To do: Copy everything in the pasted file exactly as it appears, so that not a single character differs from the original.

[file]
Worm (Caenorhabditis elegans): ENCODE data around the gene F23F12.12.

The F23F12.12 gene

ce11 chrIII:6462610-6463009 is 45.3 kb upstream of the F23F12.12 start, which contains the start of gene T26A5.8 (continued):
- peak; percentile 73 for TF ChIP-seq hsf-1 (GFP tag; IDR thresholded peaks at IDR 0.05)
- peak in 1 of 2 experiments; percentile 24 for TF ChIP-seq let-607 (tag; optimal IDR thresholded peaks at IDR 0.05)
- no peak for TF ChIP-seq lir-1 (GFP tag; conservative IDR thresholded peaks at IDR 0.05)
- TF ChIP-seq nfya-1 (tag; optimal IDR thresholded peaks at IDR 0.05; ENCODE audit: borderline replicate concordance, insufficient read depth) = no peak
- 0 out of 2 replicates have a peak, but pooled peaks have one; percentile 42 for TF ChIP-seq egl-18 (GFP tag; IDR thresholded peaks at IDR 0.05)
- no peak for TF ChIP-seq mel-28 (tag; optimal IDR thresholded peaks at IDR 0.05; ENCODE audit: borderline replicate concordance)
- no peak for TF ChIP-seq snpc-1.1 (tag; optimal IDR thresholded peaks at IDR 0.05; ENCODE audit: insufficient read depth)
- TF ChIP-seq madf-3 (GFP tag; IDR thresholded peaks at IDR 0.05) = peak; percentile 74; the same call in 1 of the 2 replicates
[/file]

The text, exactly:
Worm (Caenorhabditis elegans): ENCODE data around the gene F23F12.12.

The F23F12.12 gene

ce11 chrIII:6462610-6463009 is 45.3 kb upstream of the F23F12.12 start, which contains the start of gene T26A5.8 (continued):
- peak; percentile 73 for TF ChIP-seq hsf-1 (GFP tag; IDR thresholded peaks at IDR 0.05)
- peak in 1 of 2 experiments; percentile 24 for TF ChIP-seq let-607 (tag; optimal IDR thresholded peaks at IDR 0.05)
- no peak for TF ChIP-seq lir-1 (GFP tag; conservative IDR thresholded peaks at IDR 0.05)
- TF ChIP-seq nfya-1 (tag; optimal IDR thresholded peaks at IDR 0.05; ENCODE audit: borderline replicate concordance, insufficient read depth) = no peak
- 0 out of 2 replicates have a peak, but pooled peaks have one; percentile 42 for TF ChIP-seq egl-18 (GFP tag; IDR thresholded peaks at IDR 0.05)
- no peak for TF ChIP-seq mel-28 (tag; optimal IDR thresholded peaks at IDR 0.05; ENCODE audit: borderline replicate concordance)
- no peak for TF ChIP-seq snpc-1.1 (tag; optimal IDR thresholded peaks at IDR 0.05; ENCODE audit: insufficient read depth)
- TF ChIP-seq madf-3 (GFP tag; IDR thresholded peaks at IDR 0.05) = peak; percentile 74; the same call in 1 of the 2 replicates